Warning: This is the manual of the legacy Guile 2.0 series. You may want to read the manual of the current stable series instead.

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Contributors to this Manual

Like Guile itself, the Guile reference manual is a living entity, cared for by many people over a long period of time. As such, it is hard to identify individuals of whom to say “yes, this person, she wrote the manual.”

Still, among the many contributions, some caretakers stand out. First among them is Neil Jerram, who has been working on this document for ten years now. Neil’s attention both to detail and to the big picture have made a real difference in the understanding of a generation of Guile hackers.

Next we should note Marius Vollmer’s effect on this document. Marius maintained Guile during a period in which Guile’s API was clarified—put to the fire, so to speak—and he had the good sense to effect the same change on the manual.

Martin Grabmueller made substantial contributions throughout the manual in preparation for the Guile 1.6 release, including filling out a lot of the documentation of Scheme data types, control mechanisms and procedures. In addition, he wrote the documentation for Guile’s SRFI modules and modules associated with the Guile REPL.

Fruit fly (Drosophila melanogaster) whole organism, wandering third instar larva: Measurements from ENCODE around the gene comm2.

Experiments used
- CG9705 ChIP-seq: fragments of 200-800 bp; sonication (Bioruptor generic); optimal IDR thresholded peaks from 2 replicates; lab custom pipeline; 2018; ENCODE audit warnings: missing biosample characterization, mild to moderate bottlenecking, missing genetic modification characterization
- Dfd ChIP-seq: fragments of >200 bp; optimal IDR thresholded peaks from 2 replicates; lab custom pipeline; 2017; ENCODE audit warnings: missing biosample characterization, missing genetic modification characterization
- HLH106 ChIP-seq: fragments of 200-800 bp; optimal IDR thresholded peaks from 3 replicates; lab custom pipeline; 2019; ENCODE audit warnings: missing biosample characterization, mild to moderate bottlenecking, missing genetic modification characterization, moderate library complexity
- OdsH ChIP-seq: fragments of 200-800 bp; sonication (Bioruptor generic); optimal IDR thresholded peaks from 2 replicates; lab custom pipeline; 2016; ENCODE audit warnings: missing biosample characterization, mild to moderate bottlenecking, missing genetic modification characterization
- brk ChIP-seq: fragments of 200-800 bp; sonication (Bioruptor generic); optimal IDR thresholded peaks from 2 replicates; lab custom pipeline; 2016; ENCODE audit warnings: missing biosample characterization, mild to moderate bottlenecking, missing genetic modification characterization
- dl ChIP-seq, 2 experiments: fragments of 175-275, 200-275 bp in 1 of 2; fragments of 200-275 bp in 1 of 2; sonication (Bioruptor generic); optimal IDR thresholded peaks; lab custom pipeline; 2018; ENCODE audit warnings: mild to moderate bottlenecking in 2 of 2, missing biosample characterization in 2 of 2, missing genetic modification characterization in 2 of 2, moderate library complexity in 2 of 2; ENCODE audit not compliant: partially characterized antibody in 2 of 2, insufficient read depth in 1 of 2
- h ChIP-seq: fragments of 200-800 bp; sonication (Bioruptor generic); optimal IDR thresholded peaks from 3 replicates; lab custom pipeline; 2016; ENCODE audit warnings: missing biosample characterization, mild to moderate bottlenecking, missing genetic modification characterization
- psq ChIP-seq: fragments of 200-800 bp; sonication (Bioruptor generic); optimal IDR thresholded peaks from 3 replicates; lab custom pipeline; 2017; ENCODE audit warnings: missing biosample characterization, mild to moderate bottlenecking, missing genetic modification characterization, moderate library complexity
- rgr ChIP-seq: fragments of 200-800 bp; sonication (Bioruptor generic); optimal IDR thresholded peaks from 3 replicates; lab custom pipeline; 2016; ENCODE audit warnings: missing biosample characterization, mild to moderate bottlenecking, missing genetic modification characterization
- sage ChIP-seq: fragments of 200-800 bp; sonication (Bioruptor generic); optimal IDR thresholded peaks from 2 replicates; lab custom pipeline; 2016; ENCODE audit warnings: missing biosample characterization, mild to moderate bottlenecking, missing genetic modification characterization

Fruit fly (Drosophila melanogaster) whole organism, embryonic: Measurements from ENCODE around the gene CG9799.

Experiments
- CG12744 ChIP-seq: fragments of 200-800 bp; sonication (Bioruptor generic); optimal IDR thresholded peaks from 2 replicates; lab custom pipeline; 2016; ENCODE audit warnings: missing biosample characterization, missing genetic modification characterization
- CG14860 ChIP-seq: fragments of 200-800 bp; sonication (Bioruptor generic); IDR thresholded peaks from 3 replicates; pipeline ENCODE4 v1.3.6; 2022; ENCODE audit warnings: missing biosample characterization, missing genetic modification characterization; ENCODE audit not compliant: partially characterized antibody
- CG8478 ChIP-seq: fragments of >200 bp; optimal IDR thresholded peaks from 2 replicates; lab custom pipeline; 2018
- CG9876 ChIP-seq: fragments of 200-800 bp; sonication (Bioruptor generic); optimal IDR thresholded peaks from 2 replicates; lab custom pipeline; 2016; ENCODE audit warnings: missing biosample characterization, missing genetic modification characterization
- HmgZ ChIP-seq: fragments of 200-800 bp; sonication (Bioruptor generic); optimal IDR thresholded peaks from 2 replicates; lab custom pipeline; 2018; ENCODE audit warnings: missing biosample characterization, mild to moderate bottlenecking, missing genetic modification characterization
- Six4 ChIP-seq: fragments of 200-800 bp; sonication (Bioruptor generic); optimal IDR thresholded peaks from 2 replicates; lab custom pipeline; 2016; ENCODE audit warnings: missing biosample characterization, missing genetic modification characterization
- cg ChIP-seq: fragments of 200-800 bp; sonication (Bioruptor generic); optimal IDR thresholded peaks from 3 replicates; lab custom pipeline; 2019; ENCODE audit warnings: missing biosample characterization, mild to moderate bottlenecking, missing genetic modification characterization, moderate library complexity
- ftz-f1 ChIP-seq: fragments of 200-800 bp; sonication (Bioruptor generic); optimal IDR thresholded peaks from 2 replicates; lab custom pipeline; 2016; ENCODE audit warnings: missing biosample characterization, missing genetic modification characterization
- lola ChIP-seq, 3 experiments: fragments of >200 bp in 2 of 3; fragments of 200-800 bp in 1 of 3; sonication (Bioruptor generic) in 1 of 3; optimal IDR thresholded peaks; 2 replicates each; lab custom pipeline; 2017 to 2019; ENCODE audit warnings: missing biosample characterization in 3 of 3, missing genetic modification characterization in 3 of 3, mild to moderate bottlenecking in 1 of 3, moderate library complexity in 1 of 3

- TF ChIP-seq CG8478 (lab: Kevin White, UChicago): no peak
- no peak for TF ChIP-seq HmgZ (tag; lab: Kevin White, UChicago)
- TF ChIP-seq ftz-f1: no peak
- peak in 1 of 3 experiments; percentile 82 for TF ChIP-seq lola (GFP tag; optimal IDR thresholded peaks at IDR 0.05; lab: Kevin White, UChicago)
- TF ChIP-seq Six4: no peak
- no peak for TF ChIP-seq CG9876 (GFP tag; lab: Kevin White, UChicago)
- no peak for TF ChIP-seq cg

Ludovic Courtès and Andy Wingo, the Guile maintainers at the time of this writing (late 2010), have also made their dent in the manual, writing documentation for new modules and subsystems in Guile 2.0. They are also responsible for ensuring that the existing text retains its relevance as Guile evolves. See Reporting Bugs, for more information on reporting problems in this manual.

The content for the first versions of this manual incorporated and was inspired by documents from Aubrey Jaffer, author of the SCM system on which Guile was based, and from Tom Lord, Guile’s first maintainer. Although most of this text has been rewritten, all of it was important, and some of the structure remains.

The manual for the first versions of Guile were largely written, edited, and compiled by Mark Galassi and Jim Blandy. In particular, Jim wrote the original tutorial on Guile’s data representation and the C API for accessing Guile objects.

Significant portions were also contributed by Thien-Thi Nguyen, Kevin Ryde, Mikael Djurfeldt, Christian Lynbech, Julian Graham, Gary Houston, Tim Pierce, and a few dozen more. You, reader, are most welcome to join their esteemed ranks. Visit Guile’s web site at http://www.gnu.org/software/guile/ to find out how to get involved.

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